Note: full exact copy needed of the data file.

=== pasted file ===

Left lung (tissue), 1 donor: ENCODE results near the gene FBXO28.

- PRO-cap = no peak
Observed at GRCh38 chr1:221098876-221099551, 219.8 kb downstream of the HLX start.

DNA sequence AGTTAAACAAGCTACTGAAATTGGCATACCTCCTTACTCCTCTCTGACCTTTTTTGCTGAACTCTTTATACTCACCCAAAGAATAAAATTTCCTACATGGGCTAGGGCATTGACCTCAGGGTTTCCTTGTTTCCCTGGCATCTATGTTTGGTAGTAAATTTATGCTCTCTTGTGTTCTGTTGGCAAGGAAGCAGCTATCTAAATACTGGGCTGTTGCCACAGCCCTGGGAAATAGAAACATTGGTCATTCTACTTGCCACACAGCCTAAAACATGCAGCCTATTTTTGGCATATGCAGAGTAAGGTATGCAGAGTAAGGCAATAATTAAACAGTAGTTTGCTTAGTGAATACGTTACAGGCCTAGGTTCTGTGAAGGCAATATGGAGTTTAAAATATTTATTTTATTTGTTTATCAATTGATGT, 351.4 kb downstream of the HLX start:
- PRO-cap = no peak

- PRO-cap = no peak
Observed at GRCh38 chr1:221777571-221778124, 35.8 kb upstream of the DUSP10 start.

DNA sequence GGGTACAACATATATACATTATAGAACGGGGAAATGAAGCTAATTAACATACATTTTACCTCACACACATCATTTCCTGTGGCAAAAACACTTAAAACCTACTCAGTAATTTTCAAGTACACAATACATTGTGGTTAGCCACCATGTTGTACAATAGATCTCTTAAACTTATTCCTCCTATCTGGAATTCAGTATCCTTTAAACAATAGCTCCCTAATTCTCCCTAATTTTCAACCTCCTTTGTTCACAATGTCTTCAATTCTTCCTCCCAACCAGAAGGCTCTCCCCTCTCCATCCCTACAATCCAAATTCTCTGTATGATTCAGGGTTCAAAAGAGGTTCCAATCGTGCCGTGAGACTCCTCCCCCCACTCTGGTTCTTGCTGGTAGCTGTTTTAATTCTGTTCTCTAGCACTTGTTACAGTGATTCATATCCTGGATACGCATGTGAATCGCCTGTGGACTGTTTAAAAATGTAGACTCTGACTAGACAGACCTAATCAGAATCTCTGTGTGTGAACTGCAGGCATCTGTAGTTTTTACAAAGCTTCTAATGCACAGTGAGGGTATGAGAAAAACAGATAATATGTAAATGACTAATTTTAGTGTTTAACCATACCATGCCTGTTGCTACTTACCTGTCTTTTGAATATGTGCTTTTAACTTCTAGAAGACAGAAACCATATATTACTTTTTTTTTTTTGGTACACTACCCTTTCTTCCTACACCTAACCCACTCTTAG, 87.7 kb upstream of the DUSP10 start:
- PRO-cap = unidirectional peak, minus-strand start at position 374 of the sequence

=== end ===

Left lung (tissue), 1 donor: ENCODE results near the gene FBXO28.

- PRO-cap = no peak
Observed at GRCh38 chr1:221098876-221099551, 219.8 kb downstream of the HLX start.

DNA sequence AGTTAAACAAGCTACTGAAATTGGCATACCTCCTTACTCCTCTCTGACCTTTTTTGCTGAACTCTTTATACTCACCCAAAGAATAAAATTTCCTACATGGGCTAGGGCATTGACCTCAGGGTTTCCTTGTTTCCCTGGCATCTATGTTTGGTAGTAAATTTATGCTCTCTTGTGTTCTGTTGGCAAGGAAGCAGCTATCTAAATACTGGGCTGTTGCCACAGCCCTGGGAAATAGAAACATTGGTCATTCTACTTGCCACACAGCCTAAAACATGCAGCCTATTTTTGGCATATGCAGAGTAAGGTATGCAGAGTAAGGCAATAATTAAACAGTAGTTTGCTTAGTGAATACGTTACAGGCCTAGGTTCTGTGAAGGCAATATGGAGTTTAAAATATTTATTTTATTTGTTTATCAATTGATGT, 351.4 kb downstream of the HLX start:
- PRO-cap = no peak

- PRO-cap = no peak
Observed at GRCh38 chr1:221777571-221778124, 35.8 kb upstream of the DUSP10 start.

DNA sequence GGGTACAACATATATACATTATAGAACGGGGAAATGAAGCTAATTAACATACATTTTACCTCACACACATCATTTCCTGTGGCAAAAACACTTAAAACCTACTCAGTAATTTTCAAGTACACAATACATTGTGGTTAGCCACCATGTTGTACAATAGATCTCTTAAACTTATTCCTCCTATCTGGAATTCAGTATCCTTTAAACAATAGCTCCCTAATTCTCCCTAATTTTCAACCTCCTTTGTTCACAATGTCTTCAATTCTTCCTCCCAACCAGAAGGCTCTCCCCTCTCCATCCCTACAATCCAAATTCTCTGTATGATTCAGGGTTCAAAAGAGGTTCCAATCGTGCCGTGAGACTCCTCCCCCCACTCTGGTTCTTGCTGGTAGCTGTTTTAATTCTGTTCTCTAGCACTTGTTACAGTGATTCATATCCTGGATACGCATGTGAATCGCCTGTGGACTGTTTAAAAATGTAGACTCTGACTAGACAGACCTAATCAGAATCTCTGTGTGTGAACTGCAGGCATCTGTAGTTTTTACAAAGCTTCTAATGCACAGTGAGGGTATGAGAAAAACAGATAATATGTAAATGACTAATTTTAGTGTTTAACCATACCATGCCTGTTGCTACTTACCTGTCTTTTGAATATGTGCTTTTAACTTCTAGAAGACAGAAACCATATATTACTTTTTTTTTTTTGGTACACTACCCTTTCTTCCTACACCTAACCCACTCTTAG, 87.7 kb upstream of the DUSP10 start:
- PRO-cap = unidirectional peak, minus-strand start at position 374 of the sequence